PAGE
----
Last December DEFRA published its latest set of statistics concerning farming in England. The Report on crop areas in 2000 and 2010 can be downloaded here and the full dataset for English Counties can be downloaded here.
Using the DEFRA data, you can dig into the detail at a county level.
Between 2000 and 2013 the area of maize cultivated in Devon rose from 8708ha to 16,423ha – an 89% increase
For comparison the figures for Somerset are 8993ha grown in 2000 rising to 15,347ha in 2013 – a 71% increase
For Cornwall 3671ha was grown in 2000 rising to 6997ha in 2013 – a 91% increase.
So nationally maize growing has increased by 50% but in Devon, Cornwall and Somerset the increases are well above the national average.
Indeed Dieter Helm, the Chair of DEFRA’s Natural Capital Committee said the following:
Agriculture takes up most of the UK’s landmass, and it is both a major cause of increased flood risks and a major potential means to alleviate these risks. Yet agricultural policies and the associated subsidies pay little or no attention to the flood risk dimensions. Some particular examples include: the much greater exposure to rapid run off from the planting of maize; the soil erosion of such crops; the importance of pasture and grasslands on river margins; the burning and encroachments on heather moorlands; and high stock grazing densities.
A couple of days ago my friend Miles King published another blog on maize – More Maize Madness: Far from being a climate change panacea, producing Biogas helps intensify its consequences – it is well worth a read.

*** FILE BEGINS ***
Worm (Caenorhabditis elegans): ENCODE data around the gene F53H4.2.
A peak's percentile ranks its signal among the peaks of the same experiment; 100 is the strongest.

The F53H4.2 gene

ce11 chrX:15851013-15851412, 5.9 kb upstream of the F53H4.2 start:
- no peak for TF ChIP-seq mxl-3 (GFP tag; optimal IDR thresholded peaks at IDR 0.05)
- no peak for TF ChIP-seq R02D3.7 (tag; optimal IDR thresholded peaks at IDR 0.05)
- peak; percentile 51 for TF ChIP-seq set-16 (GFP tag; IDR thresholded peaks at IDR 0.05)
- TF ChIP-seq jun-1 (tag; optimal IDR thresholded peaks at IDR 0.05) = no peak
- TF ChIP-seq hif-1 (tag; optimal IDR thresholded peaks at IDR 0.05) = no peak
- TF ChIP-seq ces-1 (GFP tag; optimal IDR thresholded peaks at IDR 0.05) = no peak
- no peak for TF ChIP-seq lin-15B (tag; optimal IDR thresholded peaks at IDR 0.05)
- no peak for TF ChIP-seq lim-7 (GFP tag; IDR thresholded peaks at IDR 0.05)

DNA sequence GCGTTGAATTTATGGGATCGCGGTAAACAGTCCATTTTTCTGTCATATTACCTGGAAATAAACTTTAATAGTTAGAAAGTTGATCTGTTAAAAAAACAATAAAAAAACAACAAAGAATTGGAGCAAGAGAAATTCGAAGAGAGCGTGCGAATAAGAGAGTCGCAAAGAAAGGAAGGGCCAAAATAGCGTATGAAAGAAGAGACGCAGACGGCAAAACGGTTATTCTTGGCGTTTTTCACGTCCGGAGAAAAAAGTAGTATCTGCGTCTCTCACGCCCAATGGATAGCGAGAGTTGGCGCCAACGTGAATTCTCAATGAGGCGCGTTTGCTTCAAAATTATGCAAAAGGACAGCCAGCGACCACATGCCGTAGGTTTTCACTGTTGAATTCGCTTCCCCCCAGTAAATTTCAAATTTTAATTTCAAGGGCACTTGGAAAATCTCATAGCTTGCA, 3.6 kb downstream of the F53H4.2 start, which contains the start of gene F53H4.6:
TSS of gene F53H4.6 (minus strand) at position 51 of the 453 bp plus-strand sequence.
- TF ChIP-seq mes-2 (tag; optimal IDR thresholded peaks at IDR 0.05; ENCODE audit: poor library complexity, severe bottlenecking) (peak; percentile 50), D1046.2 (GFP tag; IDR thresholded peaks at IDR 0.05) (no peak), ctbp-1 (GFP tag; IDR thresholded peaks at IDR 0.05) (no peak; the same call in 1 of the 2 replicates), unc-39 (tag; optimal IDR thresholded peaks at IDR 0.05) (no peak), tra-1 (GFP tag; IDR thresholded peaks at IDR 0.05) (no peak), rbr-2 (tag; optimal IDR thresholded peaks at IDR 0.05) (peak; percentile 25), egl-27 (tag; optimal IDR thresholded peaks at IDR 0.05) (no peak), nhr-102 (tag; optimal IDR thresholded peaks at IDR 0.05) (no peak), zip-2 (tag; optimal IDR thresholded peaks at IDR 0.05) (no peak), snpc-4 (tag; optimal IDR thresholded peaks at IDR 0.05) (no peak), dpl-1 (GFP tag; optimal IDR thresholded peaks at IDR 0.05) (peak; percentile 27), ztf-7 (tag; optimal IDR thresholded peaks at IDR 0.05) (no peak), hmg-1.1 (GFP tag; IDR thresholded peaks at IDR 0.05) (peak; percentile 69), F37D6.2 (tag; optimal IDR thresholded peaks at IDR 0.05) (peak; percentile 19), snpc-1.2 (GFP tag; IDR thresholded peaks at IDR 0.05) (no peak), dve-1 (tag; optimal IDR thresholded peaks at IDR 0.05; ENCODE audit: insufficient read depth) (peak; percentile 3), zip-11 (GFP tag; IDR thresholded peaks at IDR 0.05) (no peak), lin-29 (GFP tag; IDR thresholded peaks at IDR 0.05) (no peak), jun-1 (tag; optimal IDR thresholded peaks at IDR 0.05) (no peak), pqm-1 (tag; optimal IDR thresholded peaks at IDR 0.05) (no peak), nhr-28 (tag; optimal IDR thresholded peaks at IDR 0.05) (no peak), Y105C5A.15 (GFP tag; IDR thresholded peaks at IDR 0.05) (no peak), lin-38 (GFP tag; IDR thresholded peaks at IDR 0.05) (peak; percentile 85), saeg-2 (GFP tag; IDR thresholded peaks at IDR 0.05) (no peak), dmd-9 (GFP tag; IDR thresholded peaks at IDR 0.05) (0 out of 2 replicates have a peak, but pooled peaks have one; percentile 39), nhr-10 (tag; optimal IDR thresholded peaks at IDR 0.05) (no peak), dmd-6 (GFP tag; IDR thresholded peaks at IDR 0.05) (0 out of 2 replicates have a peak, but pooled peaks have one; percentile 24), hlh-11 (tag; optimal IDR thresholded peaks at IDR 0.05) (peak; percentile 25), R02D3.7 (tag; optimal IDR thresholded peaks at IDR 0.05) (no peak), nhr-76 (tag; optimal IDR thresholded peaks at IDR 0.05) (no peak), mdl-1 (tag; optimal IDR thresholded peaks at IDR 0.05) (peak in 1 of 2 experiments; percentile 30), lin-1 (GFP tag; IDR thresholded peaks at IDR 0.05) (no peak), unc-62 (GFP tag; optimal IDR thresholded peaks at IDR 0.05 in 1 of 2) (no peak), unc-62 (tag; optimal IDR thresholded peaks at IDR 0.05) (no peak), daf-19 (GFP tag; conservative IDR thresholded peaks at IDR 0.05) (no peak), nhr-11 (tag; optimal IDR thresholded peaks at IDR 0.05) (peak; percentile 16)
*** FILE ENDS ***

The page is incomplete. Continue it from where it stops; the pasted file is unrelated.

Yesterday Liz Truss, the Environment Secretary, told the Environment, Farming and Rural Affairs Select Committee of MPs that a scheme rolled out in Somerset which allows the local authority to increase tax rates to pay for preventative flood measures is “a very good model”.
This seems to be completely the wrong approach and sets a dangerous precedent. It would appear that those who suffer from the flooding pick up the bill for trying to prevent it whilst those whose farming practices appear to be implicated do not. The flooding in the Somerset Levels in 2014 is thought to be have caused in part by rapid runoff from the surrounding hills as a result of farming practices including the cultivation of maize – see here for example. I am also certain that the albeit much more localised flooding that has occurred this winter in parts of East Devon is being caused in part by the rapid expansion of the cultivation of maize in the area (predominantly for biogas).
It is clear that more will have to be spent of flood prevention measures in the future and that money will have to come from somewhere but lets not just spend money on more hard defences before we have the inevitably difficult conversations around land use – particularly the cultivation and expansion of maize.